Taking It All In

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Media General News Service
Published: January 20, 2009

WASHINGTON—The Indiana Avenue checkpoint into the National Mall was packed as thousands tried to get through it. Security was tight and officers checked everyone, one by one.

At about 11:50 a.m., the checkpoint closed. The faint echoes of the loudspeaker reverberated off the buildings.

At noon, President Barack Obama took the oath of office and began his speech. Joyce Miller, a teacher from Texas who drove 26 hours to get to Washington for the inauguration, listened to the speech on a portable radio. With an ear bud in her ear, she recited Obama’s speech nearly word-for-word to the crowd gathered around her.

“I stand here today humbled by the task before us, grateful for the trust you have bestowed, mindful of the sacrifices borne by our ancestors,” she said in a clear and loud voice, repeating Obama’s words as she heard it. “Applause, applause.”

The crowd around her cheered and hung on her every word, as if they were crowded around a radio at home.

The Hunter family, from Kannapolis, N.C.,  stood in the line in freezing temperatures, waiting to get through to the parade route around Pennsylvania Avenue.

“It’s hard to explain what I’m feeling, being a black man, seeing the first African-American President of the United States,” said Anthony Hunter, Sr. “That’s huge and I’m proud of my country. I’m blessed to be here, me and my family.”

The Hunters—12 in all—stood in line at the checkpoint before heading to the parade route.

At Capitol Hill, Estelle Wiley and Misha Miller went through the yellow checkpoint to their seats near the West Portico.

“Miss Estelle was like Harriet Tubman,” Misha Miller said, “pressing on through the woods.”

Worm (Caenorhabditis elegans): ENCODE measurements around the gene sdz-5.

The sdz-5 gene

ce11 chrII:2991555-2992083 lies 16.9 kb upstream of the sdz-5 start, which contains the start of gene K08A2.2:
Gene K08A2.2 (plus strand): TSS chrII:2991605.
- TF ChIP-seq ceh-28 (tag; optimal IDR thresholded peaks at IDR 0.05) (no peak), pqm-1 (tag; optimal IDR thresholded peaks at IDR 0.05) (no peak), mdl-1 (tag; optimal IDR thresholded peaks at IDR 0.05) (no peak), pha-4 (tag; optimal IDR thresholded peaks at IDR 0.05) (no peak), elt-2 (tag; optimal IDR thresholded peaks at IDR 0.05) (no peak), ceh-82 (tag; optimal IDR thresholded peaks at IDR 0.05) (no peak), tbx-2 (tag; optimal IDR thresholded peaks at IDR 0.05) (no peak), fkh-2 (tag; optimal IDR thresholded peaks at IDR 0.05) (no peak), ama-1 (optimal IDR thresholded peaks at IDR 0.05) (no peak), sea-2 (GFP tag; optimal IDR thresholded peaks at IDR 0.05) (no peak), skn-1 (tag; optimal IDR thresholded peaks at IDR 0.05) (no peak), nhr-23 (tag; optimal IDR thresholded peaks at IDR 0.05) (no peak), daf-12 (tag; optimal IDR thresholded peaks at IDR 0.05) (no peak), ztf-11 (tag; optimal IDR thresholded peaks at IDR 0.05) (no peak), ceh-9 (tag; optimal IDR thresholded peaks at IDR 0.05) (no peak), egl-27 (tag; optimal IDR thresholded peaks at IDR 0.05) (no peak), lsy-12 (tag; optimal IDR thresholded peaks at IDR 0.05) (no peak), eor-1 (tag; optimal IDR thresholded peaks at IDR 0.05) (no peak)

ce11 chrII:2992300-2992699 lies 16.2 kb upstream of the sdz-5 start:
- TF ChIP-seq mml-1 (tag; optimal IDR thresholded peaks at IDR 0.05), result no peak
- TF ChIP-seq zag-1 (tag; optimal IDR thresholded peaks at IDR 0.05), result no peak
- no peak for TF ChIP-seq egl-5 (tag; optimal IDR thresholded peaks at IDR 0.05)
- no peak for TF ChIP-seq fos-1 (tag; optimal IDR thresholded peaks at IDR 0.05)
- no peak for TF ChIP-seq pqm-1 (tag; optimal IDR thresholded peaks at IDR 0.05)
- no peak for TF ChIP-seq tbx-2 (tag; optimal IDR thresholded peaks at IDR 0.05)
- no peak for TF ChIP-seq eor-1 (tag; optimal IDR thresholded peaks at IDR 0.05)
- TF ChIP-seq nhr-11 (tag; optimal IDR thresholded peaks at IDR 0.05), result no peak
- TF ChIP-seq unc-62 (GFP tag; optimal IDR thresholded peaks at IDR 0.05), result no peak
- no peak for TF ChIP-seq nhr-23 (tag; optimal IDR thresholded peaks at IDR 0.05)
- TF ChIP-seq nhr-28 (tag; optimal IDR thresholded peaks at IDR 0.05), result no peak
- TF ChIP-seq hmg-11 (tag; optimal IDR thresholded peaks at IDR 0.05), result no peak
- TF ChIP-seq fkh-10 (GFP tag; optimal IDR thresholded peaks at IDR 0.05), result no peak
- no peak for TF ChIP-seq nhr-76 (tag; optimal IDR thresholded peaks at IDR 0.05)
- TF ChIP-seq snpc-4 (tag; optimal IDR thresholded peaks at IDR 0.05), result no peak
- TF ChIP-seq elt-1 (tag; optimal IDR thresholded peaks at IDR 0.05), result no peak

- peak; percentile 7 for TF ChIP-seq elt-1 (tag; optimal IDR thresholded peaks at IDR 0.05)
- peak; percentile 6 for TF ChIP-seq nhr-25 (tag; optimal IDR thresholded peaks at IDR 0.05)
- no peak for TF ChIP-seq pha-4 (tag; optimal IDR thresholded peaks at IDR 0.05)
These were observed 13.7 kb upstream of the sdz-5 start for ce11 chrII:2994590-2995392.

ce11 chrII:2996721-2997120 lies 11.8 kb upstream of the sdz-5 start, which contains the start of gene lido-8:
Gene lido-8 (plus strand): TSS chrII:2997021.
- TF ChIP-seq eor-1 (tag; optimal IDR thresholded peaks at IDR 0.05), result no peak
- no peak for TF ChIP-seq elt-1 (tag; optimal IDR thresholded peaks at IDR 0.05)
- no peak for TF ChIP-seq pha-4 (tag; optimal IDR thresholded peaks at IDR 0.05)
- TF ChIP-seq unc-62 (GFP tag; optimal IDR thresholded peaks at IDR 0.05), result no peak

She said Wiley would pull her through the crowds in Union Station, excited to get to the Capitol.

“She is 89 years old and she was pulling me,” Miller said.

“It was great, great, great,” Wiley said. “It was something I had never seen before and it was something I never thought I would see. I thank God that I’m here.”

The crowd inside the gates near the Capitol was “humbled,” Misha Miller said. She stood beside singer Mariah Carey and Nick Cannon and saw other celebrities. But Miller said no one crowded around them.

“They were there for Barack,” she said.

Lynn Marsh, principal at Odell Elementary School in Concord, N.C, said she thought of John F. Kennedy when she heard Obama speak today.

“I heard what he was saying and I thought of JFK,” she said. “He has the same kind of charisma and hope and is able to bring people together, no matter what race you are.”

Marsh said the number of youth attending the inauguration was exciting for her to see.

“I’ve been so impressed talking with them,” she said. “This is something they have witnessed in their lifetimes. They are so excited about being a part of it.”

Gabbie Leeper stood near the reflecting pool in front of the Capitol with her youth conferees. She said the mood was moving.

“People were crying out of joy,” she said. “They were calling family, they were smiling. It was vibrant. I am so happy to be a part of that.”

When they reached the gate and got through security, Miss Estelle said, “We made it.”

“I’d think it was more than just physically being there,” Misha Miller said. “I think, in her heart, and relating to the discrimination she has seen, she was saying, ‘We have overcome.’”

Reader Reactions

Posted by ( michelle40 ) on January 20, 2009 at 8:15 pm

I’m a African American Same Gender Female and I’ve never felt so empowered and accepted in all of my days on this earth.  This is truely a move of God bringing our Country together on one accord.  We must as American do our part to make this term one of the most successful in history.  With our prayer for he,his family, and the cabinet this is possible.

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